Facebook is updating its hate speech policy.

Just two years ago, founder and chief executive Mark Zuckerberg told Recode that while he found Holocaust deniers “deeply offensive”, it was “hard to impugn intent and to understand the intent.”

On Monday, however, Zuckerberg walked back on his previous comments, announcing via Facebook that the social media site will ban Holocaust denial hate speech and direct users to “authoritative sources to get accurate information.”

Reflecting on this change Zuckerberg writes that he “has struggled with the tension between standing for free expression and the harm caused by minimizing or denying the horror of the Holocaust. My own thinking has evolved as I’ve seen data showing an increase in anti-Semitic violence, as have our wider policies on hate speech.”

Earlier this year Facebook banned hate speech involving harmful stereotypes and accounts related to militia groups and QAnon, a conspiracy theory movement. However, Zuckerberg has come under increased pressure to act more aggressively towards hate speech and disinformation.

A July campaign coordinated by the New York-based Conference on Jewish Material Claims Against Germany––a nonprofit organization that secures compensation for Holocaust survivors––featured Holocaust survivors urging Facebook to remove denial posts, the Associated Press reports. The campaign used the Facebook platform itself to post one video per day using the hashtag #NoDenyingIt.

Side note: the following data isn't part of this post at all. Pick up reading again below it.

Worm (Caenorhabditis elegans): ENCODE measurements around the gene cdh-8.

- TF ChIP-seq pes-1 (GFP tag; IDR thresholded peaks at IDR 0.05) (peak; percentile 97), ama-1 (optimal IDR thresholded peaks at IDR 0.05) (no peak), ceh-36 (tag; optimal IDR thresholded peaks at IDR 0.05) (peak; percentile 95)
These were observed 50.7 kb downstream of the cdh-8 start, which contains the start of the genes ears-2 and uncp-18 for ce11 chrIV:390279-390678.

The reversal also comes after a nationwide survey commissioned by the CJMCAG found a disturbing lack of Holocaust knowledge among millennials and Gen Zers. A startling 49 percent reported to have “seen Holocaust denial or distortion posts on social media or elsewhere online,” the survey noted.

This past February, the Anti-Defamation League also reported that white supremacist propaganda distributed around U.S. college campuses was at an all-time high—2,713 cases were reported compared to 1,214 in 2018, a nearly 160 percent increase.

While the new policy will take “some time” to implement cautions Monika Bickert, head of content policy at Facebook, the move marks a significant shift in the social media’s efforts to curb ignorance and hate.

The Claims Conference put it succinctly, tweeting out, “Survivors spoke! Facebook listened.”